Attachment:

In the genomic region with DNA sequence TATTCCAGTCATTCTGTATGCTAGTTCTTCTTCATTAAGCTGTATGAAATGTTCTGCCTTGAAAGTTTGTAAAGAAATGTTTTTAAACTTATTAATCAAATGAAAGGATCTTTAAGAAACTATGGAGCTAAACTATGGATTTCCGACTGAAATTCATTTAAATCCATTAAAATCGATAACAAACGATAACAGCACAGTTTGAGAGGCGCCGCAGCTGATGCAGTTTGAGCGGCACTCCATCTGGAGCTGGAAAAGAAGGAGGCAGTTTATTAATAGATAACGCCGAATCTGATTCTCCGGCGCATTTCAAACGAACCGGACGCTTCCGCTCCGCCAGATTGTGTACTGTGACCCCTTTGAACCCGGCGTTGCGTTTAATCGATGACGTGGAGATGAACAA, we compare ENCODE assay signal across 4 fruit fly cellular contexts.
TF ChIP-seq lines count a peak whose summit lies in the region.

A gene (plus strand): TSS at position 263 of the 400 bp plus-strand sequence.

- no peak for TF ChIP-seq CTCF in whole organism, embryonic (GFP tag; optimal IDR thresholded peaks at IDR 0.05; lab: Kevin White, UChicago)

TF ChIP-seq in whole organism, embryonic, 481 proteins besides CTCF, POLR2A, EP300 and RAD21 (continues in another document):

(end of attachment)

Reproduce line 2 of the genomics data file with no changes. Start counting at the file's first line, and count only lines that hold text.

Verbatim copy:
TF ChIP-seq lines count a peak whose summit lies in the region.